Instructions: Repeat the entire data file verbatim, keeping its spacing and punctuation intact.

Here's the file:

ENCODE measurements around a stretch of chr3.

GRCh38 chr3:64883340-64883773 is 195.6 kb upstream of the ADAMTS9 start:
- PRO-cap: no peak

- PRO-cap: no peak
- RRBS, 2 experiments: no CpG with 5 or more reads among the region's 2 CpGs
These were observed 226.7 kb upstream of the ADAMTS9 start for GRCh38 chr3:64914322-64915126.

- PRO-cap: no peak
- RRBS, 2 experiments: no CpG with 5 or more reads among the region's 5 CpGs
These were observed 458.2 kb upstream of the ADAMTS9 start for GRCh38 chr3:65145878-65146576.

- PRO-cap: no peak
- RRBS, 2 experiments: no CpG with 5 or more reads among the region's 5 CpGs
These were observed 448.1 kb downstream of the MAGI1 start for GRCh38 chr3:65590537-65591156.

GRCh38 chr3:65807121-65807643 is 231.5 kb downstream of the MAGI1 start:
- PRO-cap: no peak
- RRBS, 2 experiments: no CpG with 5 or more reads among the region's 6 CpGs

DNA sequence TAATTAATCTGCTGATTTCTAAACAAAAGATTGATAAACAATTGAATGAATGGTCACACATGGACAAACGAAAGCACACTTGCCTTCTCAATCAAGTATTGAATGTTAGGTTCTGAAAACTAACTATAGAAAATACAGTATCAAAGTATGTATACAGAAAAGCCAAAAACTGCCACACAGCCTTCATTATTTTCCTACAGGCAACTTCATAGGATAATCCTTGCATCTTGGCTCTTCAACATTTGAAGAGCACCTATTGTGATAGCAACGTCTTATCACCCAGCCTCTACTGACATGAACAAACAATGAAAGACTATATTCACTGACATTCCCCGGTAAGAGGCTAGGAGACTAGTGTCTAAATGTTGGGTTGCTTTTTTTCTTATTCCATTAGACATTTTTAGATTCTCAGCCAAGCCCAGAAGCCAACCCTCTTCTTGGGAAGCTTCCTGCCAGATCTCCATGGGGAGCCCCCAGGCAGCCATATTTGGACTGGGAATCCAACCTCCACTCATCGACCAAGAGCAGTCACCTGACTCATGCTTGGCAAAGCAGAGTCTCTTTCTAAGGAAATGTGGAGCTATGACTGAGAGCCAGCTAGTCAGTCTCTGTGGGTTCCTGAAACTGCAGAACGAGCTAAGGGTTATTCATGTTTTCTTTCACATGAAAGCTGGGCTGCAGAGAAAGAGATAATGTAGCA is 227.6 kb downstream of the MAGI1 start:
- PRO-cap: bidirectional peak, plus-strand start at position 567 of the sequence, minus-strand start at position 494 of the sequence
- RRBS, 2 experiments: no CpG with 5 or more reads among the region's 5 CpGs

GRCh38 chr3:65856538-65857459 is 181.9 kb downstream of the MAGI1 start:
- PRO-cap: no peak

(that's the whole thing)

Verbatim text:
ENCODE measurements around a stretch of chr3.

GRCh38 chr3:64883340-64883773 is 195.6 kb upstream of the ADAMTS9 start:
- PRO-cap: no peak

- PRO-cap: no peak
- RRBS, 2 experiments: no CpG with 5 or more reads among the region's 2 CpGs
These were observed 226.7 kb upstream of the ADAMTS9 start for GRCh38 chr3:64914322-64915126.

- PRO-cap: no peak
- RRBS, 2 experiments: no CpG with 5 or more reads among the region's 5 CpGs
These were observed 458.2 kb upstream of the ADAMTS9 start for GRCh38 chr3:65145878-65146576.

- PRO-cap: no peak
- RRBS, 2 experiments: no CpG with 5 or more reads among the region's 5 CpGs
These were observed 448.1 kb downstream of the MAGI1 start for GRCh38 chr3:65590537-65591156.

GRCh38 chr3:65807121-65807643 is 231.5 kb downstream of the MAGI1 start:
- PRO-cap: no peak
- RRBS, 2 experiments: no CpG with 5 or more reads among the region's 6 CpGs

DNA sequence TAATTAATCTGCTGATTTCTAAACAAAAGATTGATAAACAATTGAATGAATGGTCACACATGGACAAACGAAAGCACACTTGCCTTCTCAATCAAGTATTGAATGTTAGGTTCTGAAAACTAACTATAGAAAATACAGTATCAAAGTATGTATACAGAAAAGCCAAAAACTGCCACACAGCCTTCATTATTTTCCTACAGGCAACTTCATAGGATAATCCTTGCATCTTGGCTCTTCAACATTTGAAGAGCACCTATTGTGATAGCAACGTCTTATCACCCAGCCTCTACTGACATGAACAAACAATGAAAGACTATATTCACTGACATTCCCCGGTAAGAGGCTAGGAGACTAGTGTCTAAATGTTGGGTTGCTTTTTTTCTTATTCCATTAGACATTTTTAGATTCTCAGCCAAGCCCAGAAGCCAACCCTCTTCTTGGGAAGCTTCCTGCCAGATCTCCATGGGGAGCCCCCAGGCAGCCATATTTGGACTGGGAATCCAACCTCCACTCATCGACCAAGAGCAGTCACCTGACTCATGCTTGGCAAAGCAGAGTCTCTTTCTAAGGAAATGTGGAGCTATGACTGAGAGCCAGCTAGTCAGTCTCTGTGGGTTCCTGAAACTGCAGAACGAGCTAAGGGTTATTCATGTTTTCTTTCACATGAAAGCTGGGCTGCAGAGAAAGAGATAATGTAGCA is 227.6 kb downstream of the MAGI1 start:
- PRO-cap: bidirectional peak, plus-strand start at position 567 of the sequence, minus-strand start at position 494 of the sequence
- RRBS, 2 experiments: no CpG with 5 or more reads among the region's 5 CpGs

GRCh38 chr3:65856538-65857459 is 181.9 kb downstream of the MAGI1 start:
- PRO-cap: no peak